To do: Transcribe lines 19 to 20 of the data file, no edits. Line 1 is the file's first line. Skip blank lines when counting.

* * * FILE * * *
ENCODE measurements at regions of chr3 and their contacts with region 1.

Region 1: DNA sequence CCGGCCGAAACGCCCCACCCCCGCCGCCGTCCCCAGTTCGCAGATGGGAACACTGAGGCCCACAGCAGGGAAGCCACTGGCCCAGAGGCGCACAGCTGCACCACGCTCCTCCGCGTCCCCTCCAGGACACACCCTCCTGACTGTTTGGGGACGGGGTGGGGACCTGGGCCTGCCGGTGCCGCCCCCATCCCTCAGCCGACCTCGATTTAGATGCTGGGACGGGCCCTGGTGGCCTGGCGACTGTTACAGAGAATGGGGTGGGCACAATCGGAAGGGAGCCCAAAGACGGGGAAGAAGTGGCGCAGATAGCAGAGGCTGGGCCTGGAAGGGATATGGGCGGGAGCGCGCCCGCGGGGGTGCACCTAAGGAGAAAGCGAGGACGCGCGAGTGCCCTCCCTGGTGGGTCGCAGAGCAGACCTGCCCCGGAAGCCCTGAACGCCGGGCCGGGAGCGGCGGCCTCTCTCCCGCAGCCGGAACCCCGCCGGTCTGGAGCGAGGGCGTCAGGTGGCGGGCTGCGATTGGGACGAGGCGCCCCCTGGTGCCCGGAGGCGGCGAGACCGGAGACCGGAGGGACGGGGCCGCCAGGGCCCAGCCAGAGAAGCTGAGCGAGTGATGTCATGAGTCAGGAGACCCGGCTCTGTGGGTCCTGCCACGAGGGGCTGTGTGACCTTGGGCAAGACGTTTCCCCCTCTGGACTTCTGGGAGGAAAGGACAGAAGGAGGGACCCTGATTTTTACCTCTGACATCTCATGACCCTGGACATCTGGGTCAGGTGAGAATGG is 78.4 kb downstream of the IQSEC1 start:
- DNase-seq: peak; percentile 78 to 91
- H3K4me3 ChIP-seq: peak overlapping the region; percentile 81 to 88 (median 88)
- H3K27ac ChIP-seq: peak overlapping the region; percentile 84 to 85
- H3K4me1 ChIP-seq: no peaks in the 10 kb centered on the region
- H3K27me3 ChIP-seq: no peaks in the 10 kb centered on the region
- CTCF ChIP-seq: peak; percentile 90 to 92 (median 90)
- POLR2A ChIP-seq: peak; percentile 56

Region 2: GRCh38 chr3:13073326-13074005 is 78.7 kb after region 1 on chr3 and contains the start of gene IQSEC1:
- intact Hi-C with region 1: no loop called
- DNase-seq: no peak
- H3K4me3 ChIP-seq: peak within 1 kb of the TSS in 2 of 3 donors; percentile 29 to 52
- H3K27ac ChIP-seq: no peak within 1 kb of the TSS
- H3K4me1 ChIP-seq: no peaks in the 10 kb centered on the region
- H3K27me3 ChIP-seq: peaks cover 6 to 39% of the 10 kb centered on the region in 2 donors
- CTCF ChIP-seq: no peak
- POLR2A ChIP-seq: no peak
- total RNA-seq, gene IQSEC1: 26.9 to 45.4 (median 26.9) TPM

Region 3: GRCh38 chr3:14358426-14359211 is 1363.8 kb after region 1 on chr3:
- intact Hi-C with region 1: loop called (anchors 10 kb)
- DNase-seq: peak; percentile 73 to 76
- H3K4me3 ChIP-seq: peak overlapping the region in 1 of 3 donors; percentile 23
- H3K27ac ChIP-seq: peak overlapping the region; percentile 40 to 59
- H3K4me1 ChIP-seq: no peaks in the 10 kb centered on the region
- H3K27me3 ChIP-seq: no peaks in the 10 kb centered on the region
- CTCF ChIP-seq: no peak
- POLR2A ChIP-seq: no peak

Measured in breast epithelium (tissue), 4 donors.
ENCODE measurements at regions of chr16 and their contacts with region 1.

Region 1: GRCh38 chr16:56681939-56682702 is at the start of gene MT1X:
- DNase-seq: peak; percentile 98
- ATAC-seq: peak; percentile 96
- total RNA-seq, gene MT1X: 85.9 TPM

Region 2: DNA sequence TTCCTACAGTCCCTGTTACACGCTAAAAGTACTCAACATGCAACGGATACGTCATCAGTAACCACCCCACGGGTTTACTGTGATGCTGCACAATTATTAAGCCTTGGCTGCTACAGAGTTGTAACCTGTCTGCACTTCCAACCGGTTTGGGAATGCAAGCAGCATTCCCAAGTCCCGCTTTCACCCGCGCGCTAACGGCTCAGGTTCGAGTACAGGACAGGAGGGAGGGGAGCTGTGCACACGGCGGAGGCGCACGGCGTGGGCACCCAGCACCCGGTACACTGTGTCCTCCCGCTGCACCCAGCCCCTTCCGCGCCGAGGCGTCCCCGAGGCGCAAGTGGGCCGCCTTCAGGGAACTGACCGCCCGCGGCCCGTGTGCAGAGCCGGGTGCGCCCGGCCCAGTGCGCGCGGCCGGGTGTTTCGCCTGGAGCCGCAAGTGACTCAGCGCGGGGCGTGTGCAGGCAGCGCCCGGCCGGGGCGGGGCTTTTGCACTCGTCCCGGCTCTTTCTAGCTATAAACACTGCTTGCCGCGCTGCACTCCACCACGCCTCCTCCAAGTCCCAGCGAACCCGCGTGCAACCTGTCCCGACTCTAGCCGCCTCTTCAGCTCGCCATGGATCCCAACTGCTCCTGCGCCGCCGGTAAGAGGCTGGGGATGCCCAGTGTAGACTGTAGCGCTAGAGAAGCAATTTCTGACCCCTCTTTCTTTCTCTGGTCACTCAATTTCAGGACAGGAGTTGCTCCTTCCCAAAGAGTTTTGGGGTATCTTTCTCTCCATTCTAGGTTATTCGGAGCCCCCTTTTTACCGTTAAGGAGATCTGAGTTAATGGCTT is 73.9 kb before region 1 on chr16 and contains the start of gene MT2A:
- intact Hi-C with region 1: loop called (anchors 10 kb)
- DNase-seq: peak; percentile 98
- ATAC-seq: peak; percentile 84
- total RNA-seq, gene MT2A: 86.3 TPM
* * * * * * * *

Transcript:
- total RNA-seq, gene IQSEC1: 26.9 to 45.4 (median 26.9) TPM

Region 3: GRCh38 chr3:14358426-14359211 is 1363.8 kb after region 1 on chr3: